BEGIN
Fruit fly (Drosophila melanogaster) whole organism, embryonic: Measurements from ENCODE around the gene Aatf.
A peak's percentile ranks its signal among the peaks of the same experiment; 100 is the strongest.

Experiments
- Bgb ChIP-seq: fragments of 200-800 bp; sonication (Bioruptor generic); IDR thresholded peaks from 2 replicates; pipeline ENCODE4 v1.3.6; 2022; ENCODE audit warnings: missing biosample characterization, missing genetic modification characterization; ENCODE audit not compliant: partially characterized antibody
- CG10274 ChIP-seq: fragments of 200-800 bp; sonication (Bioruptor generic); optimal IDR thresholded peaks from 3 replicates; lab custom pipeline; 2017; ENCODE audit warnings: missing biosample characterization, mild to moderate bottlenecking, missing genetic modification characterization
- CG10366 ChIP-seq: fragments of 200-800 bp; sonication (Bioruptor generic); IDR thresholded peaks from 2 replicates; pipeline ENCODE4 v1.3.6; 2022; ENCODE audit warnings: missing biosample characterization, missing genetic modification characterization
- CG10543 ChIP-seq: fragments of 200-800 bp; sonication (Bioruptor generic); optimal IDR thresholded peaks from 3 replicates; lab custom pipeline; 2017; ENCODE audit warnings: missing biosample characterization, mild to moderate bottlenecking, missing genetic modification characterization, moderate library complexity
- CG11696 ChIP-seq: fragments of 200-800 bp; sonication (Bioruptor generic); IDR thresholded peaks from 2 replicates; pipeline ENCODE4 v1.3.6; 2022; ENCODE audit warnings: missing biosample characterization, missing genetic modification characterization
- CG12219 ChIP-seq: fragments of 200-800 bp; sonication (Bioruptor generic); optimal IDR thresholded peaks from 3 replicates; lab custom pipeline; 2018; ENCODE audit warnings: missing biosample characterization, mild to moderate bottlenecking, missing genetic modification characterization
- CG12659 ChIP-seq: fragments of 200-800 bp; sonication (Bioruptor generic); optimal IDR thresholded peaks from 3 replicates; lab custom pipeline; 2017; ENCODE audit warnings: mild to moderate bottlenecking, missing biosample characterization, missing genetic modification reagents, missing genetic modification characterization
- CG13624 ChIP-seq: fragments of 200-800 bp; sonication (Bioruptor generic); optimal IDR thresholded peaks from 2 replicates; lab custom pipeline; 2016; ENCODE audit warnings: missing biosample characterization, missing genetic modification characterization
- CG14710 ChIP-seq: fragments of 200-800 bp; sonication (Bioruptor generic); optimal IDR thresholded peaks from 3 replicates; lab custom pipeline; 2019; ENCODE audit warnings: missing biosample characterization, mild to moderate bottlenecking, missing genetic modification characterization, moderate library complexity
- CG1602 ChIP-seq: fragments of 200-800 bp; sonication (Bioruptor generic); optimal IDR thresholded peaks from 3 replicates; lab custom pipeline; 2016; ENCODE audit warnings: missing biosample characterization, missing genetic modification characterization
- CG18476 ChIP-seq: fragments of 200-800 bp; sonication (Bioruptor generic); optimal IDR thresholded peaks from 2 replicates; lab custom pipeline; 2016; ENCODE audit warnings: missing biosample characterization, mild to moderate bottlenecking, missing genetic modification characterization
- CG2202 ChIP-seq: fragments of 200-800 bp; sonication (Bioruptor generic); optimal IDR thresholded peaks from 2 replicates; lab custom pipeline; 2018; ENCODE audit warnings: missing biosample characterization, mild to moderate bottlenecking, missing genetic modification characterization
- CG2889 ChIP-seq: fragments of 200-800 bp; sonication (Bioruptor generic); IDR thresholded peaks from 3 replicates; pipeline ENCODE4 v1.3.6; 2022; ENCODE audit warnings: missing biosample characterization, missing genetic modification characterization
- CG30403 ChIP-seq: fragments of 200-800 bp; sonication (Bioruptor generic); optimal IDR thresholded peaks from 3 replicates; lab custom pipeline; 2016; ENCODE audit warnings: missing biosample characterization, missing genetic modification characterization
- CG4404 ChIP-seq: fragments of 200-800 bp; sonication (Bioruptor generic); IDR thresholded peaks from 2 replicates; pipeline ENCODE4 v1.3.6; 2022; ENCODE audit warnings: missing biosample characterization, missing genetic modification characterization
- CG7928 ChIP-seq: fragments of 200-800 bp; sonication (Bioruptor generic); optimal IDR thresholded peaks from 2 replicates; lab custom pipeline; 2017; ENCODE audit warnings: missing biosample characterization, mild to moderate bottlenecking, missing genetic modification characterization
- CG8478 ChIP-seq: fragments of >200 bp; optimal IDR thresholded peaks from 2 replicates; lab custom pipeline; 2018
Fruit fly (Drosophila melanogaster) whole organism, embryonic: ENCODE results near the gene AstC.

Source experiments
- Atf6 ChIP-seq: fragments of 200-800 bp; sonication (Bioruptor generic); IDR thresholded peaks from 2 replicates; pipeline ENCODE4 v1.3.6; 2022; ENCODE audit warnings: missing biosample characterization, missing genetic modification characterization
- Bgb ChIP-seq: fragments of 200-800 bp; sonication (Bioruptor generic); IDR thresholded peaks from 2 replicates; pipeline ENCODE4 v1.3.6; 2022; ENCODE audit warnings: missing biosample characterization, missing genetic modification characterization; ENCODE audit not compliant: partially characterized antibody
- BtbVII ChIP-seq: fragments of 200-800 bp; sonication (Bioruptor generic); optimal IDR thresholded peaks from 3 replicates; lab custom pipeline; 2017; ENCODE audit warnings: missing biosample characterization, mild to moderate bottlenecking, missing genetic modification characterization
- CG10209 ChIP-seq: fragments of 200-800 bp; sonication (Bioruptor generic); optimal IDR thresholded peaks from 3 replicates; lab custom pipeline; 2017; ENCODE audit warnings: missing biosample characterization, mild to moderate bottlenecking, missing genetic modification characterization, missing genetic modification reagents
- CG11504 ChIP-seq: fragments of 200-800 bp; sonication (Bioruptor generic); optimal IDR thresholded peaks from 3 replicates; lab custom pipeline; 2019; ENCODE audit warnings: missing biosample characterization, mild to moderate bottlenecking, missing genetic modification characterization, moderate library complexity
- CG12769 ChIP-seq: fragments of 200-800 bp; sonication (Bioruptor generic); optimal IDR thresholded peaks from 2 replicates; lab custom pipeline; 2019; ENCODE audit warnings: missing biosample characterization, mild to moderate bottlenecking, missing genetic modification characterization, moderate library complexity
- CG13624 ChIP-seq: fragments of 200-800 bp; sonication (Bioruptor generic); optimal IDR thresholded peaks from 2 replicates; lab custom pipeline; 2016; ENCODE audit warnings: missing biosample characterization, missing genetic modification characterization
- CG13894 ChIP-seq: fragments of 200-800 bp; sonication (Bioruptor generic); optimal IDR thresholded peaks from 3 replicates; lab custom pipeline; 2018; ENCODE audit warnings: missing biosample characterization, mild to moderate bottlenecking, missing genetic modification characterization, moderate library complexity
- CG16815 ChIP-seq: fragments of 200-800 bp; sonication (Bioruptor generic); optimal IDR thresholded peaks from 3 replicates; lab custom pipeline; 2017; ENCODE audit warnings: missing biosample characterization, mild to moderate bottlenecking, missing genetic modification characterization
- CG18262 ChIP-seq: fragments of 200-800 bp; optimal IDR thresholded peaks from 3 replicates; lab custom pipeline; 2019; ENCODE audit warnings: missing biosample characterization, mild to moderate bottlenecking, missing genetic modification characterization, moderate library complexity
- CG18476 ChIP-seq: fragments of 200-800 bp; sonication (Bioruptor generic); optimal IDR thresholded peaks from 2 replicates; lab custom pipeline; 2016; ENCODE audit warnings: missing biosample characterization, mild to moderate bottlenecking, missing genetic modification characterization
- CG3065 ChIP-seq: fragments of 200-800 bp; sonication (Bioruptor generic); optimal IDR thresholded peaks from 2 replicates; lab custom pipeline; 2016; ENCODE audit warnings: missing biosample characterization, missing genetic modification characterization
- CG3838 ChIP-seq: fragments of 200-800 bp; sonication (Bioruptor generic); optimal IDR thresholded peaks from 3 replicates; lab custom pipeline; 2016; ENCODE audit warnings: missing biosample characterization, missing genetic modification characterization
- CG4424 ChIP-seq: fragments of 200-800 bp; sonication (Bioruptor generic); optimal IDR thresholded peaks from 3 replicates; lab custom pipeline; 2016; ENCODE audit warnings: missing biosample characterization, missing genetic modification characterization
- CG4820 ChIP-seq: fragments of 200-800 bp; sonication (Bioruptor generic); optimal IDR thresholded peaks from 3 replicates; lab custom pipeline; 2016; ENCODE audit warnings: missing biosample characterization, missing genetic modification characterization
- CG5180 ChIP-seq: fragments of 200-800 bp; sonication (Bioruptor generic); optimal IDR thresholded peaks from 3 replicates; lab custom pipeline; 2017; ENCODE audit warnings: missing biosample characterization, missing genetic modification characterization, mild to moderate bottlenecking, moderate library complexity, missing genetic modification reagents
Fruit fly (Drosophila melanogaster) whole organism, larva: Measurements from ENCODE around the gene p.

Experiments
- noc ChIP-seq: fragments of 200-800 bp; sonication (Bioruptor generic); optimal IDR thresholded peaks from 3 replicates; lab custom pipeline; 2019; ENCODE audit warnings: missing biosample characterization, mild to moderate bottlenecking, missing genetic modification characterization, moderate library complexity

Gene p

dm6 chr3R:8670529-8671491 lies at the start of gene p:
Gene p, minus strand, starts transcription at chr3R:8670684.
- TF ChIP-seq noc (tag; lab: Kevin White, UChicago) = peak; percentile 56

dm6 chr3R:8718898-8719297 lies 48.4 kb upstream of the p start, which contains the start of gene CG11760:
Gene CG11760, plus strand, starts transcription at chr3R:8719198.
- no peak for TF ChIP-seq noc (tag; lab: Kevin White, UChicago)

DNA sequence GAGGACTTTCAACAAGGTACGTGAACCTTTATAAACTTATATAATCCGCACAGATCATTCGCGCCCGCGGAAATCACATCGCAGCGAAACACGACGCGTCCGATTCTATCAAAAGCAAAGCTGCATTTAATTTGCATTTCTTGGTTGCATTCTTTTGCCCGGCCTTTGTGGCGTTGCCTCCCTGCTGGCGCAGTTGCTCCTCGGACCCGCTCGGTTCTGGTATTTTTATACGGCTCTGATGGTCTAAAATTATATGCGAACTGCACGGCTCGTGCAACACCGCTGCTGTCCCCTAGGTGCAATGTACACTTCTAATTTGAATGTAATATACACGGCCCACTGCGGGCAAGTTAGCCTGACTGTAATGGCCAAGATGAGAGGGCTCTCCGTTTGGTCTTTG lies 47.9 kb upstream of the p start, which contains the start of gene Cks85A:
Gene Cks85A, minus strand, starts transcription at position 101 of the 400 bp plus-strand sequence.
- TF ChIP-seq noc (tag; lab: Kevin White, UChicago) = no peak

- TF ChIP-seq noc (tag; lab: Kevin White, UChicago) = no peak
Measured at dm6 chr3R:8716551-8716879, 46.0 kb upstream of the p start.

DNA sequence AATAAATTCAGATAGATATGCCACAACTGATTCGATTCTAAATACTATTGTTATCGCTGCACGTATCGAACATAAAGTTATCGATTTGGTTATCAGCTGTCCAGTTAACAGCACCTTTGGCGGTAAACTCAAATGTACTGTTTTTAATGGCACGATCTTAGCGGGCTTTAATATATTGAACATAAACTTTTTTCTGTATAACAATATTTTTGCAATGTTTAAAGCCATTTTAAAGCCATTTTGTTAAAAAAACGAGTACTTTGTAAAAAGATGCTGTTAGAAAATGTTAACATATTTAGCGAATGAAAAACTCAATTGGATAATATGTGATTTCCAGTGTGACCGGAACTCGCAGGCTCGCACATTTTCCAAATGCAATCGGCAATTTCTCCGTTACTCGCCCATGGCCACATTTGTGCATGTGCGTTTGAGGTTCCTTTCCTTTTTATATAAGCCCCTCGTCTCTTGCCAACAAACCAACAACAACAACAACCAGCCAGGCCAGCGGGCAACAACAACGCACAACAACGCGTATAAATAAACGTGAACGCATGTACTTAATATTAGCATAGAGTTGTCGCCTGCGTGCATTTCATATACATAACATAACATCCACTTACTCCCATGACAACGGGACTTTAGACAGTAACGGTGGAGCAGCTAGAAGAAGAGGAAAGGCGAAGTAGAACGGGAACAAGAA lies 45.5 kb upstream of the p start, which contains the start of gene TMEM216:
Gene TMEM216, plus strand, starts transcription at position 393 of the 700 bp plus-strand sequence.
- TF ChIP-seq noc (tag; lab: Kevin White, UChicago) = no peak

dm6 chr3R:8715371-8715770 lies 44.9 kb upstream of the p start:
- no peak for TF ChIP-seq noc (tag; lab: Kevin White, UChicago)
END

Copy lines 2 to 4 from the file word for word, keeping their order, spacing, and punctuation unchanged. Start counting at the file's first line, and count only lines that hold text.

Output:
A peak's percentile ranks its signal among the peaks of the same experiment; 100 is the strongest.

Experiments
- Bgb ChIP-seq: fragments of 200-800 bp; sonication (Bioruptor generic); IDR thresholded peaks from 2 replicates; pipeline ENCODE4 v1.3.6; 2022; ENCODE audit warnings: missing biosample characterization, missing genetic modification characterization; ENCODE audit not compliant: partially characterized antibody